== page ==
I cannot yet put all of these thoughts into coherent sentences.

Basically, there are two ways to view a disability like autism.  Change the world or change the child.  I would love to change the world but I can't.  I can and did work to improve my child's behavior so that he could be in the world as much as possible.

One of the examples the speaker mentioned included a reference to her son's need for sameness, sitting in the same pew at church every week.  Change and transitions are extraordinarily hard for people with autism.  I saw this as a challenge.  I forced change in my son's life.  If I saw a routine becoming fixed, I forced a change.  Brush his teeth before his bath instead of after.  I rearranged furnture.  I tried to not be too predicatable.  Variation with a routine or same yet different became my moto.

Life is not consistent.  It is unpredictable.  Changes need to be tolerated.  We worked on this everyday until....we didn't need to anymore.

Like I said, my thoughts are still a jumble.

Wednesday, February 18, 2015

Beautiful Blue Beaded Memory Wire Bracelet

Check out this item in my Etsy shop https://www.etsy.com/listing/207671809/blue-memory-wire-bracelet

Tuesday, February 17, 2015

Preparing for Easter & Limiting Social Media



Every year people talk about abstaining from certain things during Lent.  As a teenager, I abstained from chewing gum.  Thirty years later, I still remember that year.  More recently I have tried to abstain from drinking Pepsi.  I usually make it a couple weeks and then cave.  Since I have already significantly decreased my Pepsi consumption from 2 cans a day to 1 every week or two, I needed to find a more meaningful sacrifice for Lent.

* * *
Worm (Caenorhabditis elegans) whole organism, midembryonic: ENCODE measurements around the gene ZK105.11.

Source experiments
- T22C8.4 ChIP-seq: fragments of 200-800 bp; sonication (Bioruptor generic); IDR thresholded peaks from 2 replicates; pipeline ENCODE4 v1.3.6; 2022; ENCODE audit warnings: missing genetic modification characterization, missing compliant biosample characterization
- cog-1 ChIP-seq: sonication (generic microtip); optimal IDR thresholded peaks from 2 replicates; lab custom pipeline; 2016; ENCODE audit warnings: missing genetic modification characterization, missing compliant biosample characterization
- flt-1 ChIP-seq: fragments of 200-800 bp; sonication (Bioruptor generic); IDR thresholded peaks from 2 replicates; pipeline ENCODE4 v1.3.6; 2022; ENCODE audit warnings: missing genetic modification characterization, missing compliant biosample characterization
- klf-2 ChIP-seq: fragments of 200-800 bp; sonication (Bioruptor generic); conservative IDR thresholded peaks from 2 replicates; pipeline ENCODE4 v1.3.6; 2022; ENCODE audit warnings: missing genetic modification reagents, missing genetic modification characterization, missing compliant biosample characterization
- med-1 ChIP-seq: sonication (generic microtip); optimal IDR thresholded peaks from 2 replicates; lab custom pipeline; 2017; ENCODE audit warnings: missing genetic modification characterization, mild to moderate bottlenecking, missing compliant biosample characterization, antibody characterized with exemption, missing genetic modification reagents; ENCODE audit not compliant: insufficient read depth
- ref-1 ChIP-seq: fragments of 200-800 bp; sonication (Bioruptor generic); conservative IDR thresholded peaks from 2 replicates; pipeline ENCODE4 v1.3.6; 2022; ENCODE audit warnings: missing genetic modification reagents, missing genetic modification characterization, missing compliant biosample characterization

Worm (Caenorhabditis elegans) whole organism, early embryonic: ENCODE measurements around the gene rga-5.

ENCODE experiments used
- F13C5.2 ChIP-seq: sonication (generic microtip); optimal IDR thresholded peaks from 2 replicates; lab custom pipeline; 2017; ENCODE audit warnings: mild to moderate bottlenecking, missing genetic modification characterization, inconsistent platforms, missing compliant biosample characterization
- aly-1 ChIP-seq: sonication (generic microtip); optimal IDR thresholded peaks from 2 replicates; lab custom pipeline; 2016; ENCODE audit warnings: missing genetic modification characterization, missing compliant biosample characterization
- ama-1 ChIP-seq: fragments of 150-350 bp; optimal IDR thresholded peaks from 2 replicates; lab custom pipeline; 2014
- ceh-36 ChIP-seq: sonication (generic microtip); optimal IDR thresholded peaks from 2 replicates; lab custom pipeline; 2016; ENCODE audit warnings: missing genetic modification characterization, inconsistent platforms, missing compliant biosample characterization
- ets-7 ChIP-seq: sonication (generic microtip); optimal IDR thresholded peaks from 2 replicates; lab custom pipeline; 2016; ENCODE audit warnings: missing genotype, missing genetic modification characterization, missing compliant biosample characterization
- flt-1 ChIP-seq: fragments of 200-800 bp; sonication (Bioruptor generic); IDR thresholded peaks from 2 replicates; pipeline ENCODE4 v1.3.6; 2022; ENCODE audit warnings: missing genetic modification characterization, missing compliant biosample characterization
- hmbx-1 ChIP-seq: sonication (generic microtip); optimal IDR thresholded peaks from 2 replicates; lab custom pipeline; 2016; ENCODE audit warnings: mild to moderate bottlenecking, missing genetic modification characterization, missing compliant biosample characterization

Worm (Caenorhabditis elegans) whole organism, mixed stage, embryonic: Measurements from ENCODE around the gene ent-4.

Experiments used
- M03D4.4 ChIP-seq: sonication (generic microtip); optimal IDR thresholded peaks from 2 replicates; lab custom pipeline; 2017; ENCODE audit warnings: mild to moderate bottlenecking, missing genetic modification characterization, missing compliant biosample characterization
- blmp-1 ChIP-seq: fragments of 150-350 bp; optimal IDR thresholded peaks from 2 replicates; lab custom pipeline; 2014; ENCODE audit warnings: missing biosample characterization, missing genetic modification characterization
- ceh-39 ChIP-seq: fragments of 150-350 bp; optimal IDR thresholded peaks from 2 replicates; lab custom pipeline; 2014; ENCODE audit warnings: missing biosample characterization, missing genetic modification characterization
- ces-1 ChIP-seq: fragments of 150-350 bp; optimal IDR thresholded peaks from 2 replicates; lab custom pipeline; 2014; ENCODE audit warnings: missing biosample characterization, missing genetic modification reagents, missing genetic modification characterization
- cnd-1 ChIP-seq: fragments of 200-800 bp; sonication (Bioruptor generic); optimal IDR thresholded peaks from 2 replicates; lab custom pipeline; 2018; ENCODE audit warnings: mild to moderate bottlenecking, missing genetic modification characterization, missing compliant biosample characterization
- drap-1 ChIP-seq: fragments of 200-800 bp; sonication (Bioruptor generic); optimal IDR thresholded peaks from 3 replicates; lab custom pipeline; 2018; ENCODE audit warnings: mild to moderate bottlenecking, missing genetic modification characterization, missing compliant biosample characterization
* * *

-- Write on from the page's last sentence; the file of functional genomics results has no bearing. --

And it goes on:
Last year, my son's girlfriend gave up Facebook during Lent.  She actually did it.  Never once did she log on to her Facebook account from Ash Wednesday to Easter.  Twitter, Instagram and whatever other programs are popular were not off limits.  I decided to try something similar this year with major adjustments.

I would love to totally unplug for Lent.  No Internet.  No Facebook.  No Twitter.  No surfing the web.  Think about all the time I would have! Yes, I have spent too much time on social media.  I have been trying to remember life before the Internet.  What did I do before I spent my time sitting at a computer?

Alas, I cannot forsake social media and the Internet for the 40 days of Lent.  I am trying to build a business and Facebook, Twitter, and Pinterest are part of my marketing plan (as written by my marketing analyst, Gabriel Payne).  I need to stay current.  Follow trends and build excitement for my products. (I'm paying attention to your advice Gabe!).

Instead, I vow that I will NOT follow links to frivolous pages:

  • No "20 things you didn't know about..."
  • No "You wouldn't believe what happened when..."
  • No "Which ___ are you?"
  • No links about decorating the house.
  • No links about household hints.
  • Definitely no links about celebrities!
I will follow links that appear to be newsworthy or educational.  

Each time before I click, I will ask myself if this is worth my time.  Is this useful to my life?  Will this help me become a better person?  Will this help me serve God? 

This is my Lenten promise.  I will not waste time on the junk of social media.  I will not fall into the traps that are laid by others in hopes of grabbing my attention.  I will focus.  I will prepare my heart and soul for God.